New(ish!) Modular Terrain Boards
It all came to a head a couple of months ago as I was completing my buildings for Blood Eagle. I didn't have anywhere to store them. This, in turn, meant that I would have nowhere to store anything else. So something had to be done.
That's right. I'd have to go back into the loft. And clear it.
Of course, this also meant that I unearthed my long-lost modular terrain boards. I had completed four boards, two level, one of uneven terrain and one with a flattened hill. I had been excited to find them but was worried they'd be ruined. It wasn't until I began to look out everything for our game of Blood Eagle on Monday that I found an excuse to get them down from the loft and see what state they were in.
I was delighted to find that they were in remarkably good shape. And they looked fantastic in our game of Blood Eagle that night too!
You see, in order to make modular terrain boards really work, you have to be able to use them in as many different configurations as possible. And if you're going to have a stream, road or river on the board, it needs to enter and exit in a way that will like up easily with its adjoining board in as many ways as possible. That meant meeting up in the middle. It also made a rather horrible right angled turn in the river as you can see in the next photo.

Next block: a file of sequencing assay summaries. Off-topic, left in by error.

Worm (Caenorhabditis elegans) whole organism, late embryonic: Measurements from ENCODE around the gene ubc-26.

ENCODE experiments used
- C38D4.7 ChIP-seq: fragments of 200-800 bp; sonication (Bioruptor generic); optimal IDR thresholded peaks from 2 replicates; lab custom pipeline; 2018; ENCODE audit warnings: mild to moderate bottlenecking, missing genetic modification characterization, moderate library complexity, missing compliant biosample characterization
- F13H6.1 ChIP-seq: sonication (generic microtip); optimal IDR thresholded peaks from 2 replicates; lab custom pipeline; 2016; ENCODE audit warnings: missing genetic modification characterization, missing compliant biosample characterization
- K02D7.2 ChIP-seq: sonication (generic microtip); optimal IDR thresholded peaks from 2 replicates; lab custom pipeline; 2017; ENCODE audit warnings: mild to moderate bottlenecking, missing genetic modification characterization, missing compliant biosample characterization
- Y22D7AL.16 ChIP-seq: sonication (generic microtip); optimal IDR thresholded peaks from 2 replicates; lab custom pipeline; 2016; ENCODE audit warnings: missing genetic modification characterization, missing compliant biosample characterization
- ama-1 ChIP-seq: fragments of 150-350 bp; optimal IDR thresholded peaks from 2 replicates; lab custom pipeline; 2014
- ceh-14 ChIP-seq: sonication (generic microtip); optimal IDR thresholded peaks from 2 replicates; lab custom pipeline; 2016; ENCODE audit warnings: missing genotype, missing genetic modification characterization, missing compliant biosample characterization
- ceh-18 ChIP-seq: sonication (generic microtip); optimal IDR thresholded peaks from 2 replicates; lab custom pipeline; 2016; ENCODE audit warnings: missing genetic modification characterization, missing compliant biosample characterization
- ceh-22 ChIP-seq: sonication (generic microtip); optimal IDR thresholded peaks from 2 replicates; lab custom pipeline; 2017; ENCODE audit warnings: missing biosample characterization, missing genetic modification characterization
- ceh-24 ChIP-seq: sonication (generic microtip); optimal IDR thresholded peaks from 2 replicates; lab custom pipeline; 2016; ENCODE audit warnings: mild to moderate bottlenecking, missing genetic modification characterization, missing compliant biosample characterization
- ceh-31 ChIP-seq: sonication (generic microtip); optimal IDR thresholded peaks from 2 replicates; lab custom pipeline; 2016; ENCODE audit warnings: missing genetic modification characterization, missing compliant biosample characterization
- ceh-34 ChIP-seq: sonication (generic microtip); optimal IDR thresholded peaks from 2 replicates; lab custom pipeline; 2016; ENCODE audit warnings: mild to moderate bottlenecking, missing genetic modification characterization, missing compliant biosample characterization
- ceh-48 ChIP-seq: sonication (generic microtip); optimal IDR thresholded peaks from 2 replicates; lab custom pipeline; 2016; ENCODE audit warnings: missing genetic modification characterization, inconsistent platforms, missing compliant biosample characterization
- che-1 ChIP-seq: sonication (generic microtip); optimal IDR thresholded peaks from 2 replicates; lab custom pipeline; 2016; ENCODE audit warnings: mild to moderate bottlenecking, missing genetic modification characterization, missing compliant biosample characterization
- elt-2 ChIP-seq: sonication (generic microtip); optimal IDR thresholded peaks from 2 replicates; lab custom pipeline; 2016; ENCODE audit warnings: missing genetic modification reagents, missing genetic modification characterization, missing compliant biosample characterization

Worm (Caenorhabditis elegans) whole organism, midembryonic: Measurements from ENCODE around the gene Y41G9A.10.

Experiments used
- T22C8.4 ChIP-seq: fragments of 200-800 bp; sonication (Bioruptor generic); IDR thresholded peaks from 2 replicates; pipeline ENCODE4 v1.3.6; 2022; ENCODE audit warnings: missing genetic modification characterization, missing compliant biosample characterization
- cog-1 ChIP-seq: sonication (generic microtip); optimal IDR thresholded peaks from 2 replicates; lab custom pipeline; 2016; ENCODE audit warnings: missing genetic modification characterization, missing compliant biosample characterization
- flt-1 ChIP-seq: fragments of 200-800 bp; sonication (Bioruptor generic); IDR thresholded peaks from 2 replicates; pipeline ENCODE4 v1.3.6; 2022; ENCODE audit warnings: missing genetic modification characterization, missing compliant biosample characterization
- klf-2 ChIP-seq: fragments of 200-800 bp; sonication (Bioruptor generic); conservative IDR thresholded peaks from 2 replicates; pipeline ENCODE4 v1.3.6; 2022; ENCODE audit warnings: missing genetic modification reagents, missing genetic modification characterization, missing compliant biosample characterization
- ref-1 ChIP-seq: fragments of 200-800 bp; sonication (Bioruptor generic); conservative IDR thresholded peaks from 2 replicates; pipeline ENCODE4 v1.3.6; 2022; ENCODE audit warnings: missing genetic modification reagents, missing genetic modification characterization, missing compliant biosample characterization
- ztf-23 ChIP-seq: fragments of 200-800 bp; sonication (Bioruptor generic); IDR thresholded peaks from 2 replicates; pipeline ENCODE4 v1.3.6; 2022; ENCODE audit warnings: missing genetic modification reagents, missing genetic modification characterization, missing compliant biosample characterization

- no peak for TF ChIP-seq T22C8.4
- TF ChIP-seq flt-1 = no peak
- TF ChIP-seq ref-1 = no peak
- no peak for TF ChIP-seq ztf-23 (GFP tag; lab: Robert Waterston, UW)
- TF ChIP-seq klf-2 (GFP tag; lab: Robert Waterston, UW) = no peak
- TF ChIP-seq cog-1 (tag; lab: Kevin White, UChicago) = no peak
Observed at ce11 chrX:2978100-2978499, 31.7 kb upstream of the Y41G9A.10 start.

Net result: it didn't look good. So my heart went out of the project.
The plan was to open up a corner of the board. To do that I'd have to remove one of the short batons and cut away half of one of the long ones. Before that though I had to remove some of the polystyrene sheets. I took a plastic bag outside to keep this stuff in as I'd need it for a later stage. As the batons were fastened in place with both glue and screw, I removed the latter first and then set about working them free with the aid of a chisel. This didn't work too well, so I changed my plan, cut into them at roughly three-inch intervals and then prised them loose. Not ideal, but it worked. I was left with this:
Come this morning, daylight revealed a still very wet board. Not to worry though, as there was still a lot to do.
Until then, thanks for stopping by!